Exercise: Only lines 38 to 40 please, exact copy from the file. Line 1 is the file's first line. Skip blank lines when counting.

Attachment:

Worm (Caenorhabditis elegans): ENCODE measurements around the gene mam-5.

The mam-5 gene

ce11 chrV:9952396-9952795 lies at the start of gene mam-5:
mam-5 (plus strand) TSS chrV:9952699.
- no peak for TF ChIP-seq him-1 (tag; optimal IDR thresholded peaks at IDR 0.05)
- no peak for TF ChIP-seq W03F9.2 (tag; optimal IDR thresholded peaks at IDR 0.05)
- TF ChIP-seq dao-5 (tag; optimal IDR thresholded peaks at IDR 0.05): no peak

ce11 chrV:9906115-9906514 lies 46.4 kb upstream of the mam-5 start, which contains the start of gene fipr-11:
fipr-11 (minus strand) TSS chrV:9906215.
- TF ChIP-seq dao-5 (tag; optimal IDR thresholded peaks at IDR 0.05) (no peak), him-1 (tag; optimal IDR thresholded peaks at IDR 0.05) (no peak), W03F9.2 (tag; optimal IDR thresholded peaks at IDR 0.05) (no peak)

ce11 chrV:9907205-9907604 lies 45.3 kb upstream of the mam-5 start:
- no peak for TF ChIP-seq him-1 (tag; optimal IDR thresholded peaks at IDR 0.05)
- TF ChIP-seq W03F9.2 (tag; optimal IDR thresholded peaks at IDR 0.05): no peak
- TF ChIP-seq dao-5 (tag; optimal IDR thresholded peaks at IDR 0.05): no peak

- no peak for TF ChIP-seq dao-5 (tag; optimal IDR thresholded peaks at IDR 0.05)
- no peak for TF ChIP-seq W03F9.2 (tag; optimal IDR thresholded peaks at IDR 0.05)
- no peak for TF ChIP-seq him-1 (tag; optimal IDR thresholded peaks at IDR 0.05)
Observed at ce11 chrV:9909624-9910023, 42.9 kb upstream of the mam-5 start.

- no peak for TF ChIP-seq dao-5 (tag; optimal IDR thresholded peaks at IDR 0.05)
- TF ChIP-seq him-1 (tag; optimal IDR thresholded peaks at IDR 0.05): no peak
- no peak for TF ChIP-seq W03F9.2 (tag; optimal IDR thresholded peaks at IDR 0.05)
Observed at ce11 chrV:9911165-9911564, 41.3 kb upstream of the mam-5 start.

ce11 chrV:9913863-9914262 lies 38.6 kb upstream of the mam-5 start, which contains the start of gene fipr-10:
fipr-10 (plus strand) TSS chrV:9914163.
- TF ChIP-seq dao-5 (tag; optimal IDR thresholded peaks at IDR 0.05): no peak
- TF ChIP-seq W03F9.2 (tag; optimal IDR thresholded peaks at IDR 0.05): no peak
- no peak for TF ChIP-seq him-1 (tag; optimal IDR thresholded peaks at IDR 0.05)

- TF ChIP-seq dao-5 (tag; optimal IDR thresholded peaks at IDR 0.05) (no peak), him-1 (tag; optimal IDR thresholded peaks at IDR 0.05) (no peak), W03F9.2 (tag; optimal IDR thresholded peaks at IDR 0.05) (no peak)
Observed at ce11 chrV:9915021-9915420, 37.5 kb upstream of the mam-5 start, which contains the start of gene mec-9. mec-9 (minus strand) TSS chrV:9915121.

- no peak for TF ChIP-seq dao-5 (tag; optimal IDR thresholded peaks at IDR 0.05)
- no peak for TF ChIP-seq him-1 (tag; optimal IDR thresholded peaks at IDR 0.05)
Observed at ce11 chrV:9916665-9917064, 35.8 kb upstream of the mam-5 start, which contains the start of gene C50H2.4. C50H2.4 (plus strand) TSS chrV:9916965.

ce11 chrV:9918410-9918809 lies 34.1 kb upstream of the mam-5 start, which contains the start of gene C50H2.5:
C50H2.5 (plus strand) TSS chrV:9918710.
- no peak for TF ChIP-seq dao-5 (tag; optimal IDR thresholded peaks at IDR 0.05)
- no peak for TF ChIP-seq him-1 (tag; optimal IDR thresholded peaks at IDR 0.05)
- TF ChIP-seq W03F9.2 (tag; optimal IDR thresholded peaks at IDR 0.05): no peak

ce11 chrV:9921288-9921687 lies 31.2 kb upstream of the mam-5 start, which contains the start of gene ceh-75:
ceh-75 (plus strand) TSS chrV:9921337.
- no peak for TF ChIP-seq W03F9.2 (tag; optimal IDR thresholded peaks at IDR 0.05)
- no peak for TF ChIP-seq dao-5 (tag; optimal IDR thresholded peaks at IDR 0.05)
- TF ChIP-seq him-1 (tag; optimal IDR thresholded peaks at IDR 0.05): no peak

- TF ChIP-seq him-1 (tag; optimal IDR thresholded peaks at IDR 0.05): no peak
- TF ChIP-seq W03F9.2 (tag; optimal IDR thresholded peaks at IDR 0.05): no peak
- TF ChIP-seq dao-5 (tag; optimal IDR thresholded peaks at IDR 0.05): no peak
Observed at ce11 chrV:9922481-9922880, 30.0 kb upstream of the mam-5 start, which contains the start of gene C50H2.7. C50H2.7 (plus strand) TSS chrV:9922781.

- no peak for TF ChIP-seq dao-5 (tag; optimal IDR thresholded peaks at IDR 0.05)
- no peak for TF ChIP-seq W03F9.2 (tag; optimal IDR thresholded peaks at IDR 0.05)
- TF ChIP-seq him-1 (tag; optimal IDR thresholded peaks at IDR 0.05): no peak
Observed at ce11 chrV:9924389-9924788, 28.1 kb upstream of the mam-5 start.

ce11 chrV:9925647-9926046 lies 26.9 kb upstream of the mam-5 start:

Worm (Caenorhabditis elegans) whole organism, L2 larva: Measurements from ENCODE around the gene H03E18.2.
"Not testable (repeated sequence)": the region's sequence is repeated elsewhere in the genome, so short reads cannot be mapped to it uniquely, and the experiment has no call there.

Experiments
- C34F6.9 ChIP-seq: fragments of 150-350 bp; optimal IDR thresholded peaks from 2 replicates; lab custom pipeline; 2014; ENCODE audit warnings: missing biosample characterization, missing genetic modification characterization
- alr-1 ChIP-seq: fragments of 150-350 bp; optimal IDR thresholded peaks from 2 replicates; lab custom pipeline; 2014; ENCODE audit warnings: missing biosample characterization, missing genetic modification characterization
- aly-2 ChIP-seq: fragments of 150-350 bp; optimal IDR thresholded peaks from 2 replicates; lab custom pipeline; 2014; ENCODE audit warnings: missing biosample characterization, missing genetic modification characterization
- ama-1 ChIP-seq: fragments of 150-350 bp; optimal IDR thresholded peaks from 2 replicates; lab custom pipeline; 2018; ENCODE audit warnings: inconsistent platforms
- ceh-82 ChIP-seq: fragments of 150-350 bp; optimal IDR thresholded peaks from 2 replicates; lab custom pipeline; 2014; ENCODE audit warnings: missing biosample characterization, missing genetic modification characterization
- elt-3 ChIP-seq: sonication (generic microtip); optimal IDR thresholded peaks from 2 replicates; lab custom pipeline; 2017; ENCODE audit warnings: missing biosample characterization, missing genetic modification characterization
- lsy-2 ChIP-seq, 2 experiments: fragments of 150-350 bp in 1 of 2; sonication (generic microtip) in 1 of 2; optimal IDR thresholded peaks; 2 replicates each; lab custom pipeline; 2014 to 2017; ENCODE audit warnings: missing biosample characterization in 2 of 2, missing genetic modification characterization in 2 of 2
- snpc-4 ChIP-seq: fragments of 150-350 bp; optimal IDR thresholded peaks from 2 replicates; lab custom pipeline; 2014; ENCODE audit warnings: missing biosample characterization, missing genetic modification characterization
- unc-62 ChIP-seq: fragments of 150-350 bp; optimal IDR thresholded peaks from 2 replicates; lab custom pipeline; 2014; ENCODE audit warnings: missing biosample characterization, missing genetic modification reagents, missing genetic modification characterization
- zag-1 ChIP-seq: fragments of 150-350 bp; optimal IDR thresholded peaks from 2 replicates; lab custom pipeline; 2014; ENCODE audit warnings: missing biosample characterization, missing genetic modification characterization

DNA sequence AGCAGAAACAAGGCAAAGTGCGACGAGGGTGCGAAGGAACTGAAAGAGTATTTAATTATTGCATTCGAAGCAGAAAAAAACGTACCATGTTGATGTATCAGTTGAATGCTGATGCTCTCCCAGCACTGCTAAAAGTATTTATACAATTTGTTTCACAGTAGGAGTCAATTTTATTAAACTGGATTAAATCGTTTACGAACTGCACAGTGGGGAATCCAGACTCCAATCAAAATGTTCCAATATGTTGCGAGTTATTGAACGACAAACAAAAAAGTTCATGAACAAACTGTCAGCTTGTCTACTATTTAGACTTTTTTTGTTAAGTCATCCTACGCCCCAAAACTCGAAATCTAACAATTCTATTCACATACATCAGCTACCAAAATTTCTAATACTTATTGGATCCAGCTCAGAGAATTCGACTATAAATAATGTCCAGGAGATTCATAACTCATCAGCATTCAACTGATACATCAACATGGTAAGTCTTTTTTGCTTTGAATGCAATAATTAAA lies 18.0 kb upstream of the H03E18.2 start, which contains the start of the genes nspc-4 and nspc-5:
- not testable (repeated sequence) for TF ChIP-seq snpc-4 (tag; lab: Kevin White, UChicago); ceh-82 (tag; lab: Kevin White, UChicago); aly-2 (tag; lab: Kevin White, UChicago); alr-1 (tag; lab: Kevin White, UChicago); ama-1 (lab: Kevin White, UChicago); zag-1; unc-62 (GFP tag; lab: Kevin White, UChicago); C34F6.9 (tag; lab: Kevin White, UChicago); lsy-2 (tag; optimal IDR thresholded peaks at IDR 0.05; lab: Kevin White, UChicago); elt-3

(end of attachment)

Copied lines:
ce11 chrV:9921288-9921687 lies 31.2 kb upstream of the mam-5 start, which contains the start of gene ceh-75:
ceh-75 (plus strand) TSS chrV:9921337.
- no peak for TF ChIP-seq W03F9.2 (tag; optimal IDR thresholded peaks at IDR 0.05)